Closure of Seattle’s Russian Consulate sparks confusion, uncertainty

A sign at Russian consul general's residence

The Russian consul's residence sits behind a fence along E. Madison Street (Photo by Matt M. McKnight/Crosscut)

When the Russian Consulate in Seattle opened in the early 1990s, it was a gesture of goodwill at a period when relations between the U.S. and Russia were thawing. It unfolded in concert with the establishment of an American Consulate in Vladivostok, on the far eastern edge of Russia.

The two Pacific Rim port cities had been largely closed off to diplomacy between the two countries, thanks in part to their proximity to sensitive landmarks, such as the Bangor Naval Base on the Kitsap Peninsula, said Carol Vipperman, who helped get the Seattle consulate off the ground.

“It was a major effort to demonstrate that the two countries were looking to build cooperation, particularly between businesses and people on the Pacific Rim,” said Vipperman, who was then the president of the Foundation for Russian American Economic Cooperation. She’s now part of the Henry M. Jackson Foundation, which has devoted significant efforts to human rights and supporting Russian studies at the University of Washington.

Now, with the closure of the consulate in Seattle ordered by the Trump administration, Vipperman fears the Vladivostok consulate will soon follow.

Derek Norberg, president of the Council for U.S.-Russia Relations in Seattle, has the same fear, frantically calling his contacts in Russia on Monday morning in hopes of preventing retaliation against the Vladivostok consulate. In terms of promoting ties between the two countries, he said, “The idea that we’re losing all the consulates in all of those geographies could be a real problem.” San Francisco’s Russian consulate was closed a year ago.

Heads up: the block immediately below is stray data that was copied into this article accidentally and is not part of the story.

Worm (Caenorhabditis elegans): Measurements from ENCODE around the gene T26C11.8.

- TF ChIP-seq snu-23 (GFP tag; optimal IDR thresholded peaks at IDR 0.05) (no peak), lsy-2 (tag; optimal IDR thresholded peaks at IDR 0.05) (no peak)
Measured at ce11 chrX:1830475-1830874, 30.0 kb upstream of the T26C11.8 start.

The Trump administration’s announcement Monday that it was closing the consulate, in addition to expelling 60 Russian diplomats, comes as a reaction to the poisoning of a former spy, Sergei Skripal, and his daughter Yulia on English soil.

The Trump administration said the consulate in Seattle was pegged for closure due to its proximity to Bangor as well as to Boeing. Norberg, for his part, said he would be surprised if the level of snooping at Seattle’s consulate was anything extraordinary, although the Washington Post reported Monday that “senior administration officials” believed Seattle’s consulate to be a key outpost in Russian intelligence operations.

One big local question mark is the Samuel Hyde mansion, where Russian Consul General Andrey K. Yushmanov lives, off E. Madison Street near the gated community of Broadmoor. Property records indicate the Russian Consulate is paying taxes on the property. The Capitol Hill Blog reported Monday the U.S. State Department has given diplomats until April 24 to vacate the premises. 

The Russian consul's residence
The Samuel Hyde mansion owned by the Russian Consulate (Photo by Matt M. McKnight/Crosscut)

While the closure in Seattle may have been a response to cross-border poisonings, in Downtown Seattle it was ruining the day for people like Farida. Russian officials were ordered to shut the downtown office by April 2, but its doors were shuttered Monday morning.